The 2011 Asia Pacific Economic Cooperation
(APEC) took place over the last couple of days in Hawaii. There was a lot of discussion about how to improve trade and economic opportunities among Pacific-rim countries. For technology-based businesses - like America's biopharmaceutical research companies - securing strong protections for their intellectual property (IP) rights is a key factor in their ability to successfully engage in business and trade throughout the region. I want to call your attention to a good opinion piece in the Honolulu Star Advertiser
written by John C. Lechleiter, president and CEO of Eli Lilly and Company. Underscoring the importance of the jobs created by high-tech industries dependent on strong IP protections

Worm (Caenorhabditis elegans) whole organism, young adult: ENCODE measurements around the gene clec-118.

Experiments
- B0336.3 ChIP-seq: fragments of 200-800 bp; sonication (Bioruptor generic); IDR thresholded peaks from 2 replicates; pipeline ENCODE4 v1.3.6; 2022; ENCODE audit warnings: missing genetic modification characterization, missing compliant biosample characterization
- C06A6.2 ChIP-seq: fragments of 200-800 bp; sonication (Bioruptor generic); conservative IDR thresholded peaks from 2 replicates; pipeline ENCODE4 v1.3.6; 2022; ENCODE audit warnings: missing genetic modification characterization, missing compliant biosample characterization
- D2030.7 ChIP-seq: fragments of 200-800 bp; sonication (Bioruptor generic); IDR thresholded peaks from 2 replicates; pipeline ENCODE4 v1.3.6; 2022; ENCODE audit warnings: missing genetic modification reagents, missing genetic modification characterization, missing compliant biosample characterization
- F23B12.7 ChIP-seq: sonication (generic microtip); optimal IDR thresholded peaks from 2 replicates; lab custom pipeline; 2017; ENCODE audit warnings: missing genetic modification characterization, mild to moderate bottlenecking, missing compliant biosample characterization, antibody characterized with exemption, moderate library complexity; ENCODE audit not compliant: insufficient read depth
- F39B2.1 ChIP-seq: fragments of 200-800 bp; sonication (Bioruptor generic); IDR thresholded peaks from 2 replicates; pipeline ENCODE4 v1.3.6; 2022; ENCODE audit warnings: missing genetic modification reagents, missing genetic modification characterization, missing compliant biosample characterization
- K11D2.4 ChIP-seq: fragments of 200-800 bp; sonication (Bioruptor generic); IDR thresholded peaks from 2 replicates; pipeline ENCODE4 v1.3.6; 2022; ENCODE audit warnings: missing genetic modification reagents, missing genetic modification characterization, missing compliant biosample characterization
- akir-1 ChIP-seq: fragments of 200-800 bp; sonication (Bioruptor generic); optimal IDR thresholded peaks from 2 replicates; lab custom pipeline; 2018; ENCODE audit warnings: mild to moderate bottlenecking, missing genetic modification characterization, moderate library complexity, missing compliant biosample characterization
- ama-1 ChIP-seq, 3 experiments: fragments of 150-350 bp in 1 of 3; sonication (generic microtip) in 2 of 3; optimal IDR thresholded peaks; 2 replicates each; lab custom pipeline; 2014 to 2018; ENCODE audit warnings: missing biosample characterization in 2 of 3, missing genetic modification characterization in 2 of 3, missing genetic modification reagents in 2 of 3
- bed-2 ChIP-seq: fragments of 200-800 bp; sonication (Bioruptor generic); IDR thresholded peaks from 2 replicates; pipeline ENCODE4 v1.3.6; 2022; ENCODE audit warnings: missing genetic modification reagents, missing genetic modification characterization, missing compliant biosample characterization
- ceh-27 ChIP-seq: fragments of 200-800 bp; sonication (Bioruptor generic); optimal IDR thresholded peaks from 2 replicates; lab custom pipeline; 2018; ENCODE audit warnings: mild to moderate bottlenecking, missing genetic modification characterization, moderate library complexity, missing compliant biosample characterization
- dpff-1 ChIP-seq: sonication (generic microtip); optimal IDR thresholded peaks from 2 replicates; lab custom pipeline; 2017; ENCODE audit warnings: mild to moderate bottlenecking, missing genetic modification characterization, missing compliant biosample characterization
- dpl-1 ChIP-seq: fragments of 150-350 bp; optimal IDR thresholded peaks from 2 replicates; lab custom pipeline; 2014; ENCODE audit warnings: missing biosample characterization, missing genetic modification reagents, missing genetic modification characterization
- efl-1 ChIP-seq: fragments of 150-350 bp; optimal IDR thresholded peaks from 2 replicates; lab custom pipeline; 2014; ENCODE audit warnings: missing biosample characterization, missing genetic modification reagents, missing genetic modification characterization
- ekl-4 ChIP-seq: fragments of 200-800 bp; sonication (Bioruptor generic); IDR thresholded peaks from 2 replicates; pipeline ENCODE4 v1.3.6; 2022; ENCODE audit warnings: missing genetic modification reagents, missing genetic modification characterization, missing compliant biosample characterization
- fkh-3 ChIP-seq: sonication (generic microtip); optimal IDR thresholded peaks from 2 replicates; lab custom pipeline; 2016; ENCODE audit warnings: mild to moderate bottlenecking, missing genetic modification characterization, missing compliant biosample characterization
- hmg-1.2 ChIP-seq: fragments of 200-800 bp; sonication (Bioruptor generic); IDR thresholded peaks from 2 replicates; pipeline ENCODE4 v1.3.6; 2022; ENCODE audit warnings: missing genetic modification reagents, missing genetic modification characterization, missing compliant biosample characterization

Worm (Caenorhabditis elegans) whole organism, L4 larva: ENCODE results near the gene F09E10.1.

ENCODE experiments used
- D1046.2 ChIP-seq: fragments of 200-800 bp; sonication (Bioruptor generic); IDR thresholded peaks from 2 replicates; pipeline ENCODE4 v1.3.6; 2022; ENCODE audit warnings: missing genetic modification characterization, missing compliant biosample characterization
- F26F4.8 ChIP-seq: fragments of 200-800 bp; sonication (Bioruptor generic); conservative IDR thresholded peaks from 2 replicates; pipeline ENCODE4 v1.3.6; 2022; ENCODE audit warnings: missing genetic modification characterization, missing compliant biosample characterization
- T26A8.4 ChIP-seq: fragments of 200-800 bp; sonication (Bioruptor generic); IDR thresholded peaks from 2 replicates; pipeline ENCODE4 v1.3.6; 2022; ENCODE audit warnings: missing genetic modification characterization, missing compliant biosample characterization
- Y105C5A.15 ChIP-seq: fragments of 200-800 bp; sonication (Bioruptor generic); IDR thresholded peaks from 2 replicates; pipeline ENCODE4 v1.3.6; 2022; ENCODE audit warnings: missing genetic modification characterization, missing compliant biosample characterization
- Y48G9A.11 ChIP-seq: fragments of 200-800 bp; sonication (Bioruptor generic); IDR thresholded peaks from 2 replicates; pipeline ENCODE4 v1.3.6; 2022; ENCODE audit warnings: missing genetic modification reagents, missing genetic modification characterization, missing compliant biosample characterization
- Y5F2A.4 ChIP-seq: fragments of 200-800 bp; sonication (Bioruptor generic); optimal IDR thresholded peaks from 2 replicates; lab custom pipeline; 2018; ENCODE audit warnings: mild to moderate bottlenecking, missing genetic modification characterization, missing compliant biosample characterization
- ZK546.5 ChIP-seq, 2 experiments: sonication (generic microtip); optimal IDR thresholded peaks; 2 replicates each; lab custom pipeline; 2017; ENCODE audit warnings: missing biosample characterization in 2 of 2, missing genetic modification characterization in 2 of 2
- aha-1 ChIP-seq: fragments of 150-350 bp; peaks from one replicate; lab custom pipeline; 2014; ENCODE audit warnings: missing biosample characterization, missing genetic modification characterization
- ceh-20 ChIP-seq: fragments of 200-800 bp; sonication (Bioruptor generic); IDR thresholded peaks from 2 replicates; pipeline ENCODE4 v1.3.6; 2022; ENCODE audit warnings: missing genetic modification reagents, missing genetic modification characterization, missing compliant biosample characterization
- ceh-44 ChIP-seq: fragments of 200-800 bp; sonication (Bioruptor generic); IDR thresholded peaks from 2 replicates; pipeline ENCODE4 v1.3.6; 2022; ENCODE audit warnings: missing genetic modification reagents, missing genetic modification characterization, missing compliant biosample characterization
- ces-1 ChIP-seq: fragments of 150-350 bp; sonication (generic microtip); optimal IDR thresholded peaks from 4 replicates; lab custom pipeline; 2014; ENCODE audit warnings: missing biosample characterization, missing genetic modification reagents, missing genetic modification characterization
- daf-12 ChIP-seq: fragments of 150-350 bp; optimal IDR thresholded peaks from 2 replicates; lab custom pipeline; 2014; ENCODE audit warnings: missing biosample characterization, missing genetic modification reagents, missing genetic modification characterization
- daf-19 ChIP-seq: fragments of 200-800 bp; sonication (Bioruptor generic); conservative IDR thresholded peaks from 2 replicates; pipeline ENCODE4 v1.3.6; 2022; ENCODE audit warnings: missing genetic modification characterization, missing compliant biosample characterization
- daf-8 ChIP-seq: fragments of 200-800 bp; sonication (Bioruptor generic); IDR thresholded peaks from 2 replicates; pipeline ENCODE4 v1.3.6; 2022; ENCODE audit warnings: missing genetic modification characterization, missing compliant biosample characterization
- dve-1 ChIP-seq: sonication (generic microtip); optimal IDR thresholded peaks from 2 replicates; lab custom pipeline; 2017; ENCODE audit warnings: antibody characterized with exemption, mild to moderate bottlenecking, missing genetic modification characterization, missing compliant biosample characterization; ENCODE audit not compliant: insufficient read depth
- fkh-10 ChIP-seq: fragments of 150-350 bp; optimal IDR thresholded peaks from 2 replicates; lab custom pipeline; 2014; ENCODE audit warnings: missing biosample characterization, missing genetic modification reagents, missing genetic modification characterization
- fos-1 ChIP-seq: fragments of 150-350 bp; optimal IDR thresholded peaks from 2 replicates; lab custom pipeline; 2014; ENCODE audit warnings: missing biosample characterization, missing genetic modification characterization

, Dr. Lechleiter writes:
"Industries that center on intellectual property employ more than 19 million Americans and account for some 60 percent of total U.S. exports...High standards of intellectual property protection are critical to increasing U.S. companies' ability to export."
With this in mind, future trade negotiations, including the Trans-Pacific Partnership Agreement
(TPP), should be modeled on the recently ratified Korea-U.S. Free Trade Agreement
and U.S. law. Our agreement with Korea protects the ideas and inventions developed by our brightest minds - to ensure that those ideas translate into increased employment and economic growth within our own borders.